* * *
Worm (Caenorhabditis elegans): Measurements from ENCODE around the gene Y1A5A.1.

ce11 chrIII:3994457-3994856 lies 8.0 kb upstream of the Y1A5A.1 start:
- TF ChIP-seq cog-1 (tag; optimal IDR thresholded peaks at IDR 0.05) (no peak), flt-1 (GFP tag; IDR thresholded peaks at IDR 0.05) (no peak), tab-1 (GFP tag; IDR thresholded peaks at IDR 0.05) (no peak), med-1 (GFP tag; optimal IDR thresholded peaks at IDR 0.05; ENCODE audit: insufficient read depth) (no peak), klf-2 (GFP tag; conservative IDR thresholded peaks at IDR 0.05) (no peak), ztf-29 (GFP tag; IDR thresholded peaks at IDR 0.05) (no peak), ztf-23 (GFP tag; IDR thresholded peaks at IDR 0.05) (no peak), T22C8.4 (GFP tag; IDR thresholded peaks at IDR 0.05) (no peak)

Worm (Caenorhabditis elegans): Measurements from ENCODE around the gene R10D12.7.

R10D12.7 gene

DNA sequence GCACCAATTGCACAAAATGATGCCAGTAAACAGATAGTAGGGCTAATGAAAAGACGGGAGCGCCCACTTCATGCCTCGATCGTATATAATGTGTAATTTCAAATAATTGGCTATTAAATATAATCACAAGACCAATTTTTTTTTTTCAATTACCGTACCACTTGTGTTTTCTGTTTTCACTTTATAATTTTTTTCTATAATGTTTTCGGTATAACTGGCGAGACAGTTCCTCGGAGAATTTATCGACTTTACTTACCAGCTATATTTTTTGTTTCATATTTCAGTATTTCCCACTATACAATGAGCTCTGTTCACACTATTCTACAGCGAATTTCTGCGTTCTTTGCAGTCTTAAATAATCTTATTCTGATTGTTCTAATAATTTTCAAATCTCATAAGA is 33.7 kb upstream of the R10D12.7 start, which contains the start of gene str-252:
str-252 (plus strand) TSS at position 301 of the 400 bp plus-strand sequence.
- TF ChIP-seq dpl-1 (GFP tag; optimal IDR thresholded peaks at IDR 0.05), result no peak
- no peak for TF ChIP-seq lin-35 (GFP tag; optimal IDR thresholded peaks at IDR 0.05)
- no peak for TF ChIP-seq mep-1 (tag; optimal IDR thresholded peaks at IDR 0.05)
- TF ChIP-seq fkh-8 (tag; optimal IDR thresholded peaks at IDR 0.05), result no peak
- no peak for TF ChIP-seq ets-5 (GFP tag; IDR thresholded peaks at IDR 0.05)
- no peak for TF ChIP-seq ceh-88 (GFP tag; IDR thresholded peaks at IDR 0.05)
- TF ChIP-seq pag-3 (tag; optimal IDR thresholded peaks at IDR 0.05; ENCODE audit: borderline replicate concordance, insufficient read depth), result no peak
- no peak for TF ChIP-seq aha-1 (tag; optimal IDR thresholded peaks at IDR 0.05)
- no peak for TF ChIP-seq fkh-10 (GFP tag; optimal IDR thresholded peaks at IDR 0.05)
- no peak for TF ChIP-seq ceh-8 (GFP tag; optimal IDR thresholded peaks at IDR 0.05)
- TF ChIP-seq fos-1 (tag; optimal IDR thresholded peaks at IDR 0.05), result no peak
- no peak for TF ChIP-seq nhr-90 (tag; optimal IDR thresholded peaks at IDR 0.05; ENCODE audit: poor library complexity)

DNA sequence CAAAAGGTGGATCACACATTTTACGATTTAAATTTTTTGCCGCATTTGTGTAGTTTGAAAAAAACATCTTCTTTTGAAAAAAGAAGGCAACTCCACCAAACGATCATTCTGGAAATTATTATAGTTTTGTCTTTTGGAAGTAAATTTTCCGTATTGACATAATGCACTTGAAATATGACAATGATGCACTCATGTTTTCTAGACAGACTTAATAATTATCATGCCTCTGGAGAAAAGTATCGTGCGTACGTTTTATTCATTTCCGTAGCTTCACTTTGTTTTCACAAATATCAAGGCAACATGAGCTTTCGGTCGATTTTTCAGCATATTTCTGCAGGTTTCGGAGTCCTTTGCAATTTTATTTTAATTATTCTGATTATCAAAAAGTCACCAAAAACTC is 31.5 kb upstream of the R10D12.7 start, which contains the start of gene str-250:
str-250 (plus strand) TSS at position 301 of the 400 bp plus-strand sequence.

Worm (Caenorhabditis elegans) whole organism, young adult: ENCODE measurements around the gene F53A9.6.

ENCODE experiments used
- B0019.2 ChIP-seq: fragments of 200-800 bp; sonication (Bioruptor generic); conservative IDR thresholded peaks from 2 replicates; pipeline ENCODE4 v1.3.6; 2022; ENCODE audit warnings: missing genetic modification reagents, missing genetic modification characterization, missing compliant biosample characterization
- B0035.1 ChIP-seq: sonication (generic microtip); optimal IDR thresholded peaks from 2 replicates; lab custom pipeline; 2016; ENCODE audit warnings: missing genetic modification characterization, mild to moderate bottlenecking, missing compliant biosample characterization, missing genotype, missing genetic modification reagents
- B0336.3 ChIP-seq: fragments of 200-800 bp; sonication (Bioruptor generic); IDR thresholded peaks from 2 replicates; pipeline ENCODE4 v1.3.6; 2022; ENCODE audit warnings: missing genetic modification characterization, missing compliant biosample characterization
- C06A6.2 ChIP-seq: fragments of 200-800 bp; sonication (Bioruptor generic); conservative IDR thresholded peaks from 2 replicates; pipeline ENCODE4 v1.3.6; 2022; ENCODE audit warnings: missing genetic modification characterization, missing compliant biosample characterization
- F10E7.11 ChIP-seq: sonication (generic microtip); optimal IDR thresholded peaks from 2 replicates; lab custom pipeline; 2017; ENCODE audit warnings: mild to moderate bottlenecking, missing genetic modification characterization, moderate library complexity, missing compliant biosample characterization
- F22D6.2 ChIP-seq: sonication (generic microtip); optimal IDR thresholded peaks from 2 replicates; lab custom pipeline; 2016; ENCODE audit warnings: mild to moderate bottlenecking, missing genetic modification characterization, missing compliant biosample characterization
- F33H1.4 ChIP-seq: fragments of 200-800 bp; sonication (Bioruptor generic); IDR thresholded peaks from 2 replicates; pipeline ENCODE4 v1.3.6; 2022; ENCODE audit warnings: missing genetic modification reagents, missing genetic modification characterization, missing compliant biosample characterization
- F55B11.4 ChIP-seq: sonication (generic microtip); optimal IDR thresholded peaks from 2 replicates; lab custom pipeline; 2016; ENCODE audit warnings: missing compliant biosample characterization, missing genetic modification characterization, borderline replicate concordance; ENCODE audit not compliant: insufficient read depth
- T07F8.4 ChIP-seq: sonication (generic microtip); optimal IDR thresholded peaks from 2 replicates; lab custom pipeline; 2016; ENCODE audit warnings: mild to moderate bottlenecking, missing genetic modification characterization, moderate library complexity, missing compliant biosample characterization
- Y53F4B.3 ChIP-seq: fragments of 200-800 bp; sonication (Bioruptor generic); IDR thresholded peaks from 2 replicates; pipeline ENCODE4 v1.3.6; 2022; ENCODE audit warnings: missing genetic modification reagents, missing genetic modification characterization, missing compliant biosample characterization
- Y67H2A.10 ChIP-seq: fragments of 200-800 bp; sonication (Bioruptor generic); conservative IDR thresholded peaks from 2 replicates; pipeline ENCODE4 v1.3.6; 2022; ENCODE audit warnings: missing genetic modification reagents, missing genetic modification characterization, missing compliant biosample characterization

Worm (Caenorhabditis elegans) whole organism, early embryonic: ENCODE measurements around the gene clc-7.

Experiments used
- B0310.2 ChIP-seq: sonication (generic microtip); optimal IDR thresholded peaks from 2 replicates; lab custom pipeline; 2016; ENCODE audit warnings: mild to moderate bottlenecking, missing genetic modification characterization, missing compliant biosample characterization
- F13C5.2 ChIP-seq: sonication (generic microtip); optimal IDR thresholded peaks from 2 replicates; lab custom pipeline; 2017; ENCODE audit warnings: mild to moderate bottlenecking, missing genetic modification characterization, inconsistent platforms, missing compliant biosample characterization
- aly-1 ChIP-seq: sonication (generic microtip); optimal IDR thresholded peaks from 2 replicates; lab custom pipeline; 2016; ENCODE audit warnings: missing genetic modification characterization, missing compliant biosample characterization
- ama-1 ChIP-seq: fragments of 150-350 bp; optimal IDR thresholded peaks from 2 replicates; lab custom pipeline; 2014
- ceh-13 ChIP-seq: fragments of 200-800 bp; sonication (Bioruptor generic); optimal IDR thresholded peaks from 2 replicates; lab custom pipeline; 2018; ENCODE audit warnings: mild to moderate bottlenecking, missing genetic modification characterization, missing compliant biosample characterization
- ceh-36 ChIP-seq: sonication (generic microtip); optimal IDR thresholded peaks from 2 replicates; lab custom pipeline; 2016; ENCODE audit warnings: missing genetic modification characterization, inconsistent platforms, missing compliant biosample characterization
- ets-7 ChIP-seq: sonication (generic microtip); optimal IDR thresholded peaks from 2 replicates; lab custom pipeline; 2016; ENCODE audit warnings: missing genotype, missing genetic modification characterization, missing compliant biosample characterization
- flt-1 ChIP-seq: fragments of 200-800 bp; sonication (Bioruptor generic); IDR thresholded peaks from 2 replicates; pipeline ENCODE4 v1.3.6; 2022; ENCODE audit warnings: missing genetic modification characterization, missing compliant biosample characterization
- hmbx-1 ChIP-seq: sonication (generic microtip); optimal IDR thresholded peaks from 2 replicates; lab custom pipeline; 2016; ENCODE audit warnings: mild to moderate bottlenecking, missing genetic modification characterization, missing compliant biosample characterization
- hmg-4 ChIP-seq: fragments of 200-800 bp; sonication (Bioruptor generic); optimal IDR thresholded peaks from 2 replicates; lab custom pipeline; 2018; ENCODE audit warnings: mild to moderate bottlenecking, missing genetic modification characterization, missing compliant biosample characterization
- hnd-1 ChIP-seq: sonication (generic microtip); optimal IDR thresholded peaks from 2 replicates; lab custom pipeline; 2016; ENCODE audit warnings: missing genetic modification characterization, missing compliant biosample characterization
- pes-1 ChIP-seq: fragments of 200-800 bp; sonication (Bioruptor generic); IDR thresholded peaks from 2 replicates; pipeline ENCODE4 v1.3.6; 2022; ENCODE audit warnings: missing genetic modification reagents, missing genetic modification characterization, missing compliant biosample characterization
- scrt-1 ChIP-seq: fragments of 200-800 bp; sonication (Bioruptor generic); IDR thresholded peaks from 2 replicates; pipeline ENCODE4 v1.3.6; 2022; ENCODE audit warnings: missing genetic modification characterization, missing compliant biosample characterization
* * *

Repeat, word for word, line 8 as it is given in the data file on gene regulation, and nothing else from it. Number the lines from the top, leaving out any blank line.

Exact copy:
- TF ChIP-seq dpl-1 (GFP tag; optimal IDR thresholded peaks at IDR 0.05), result no peak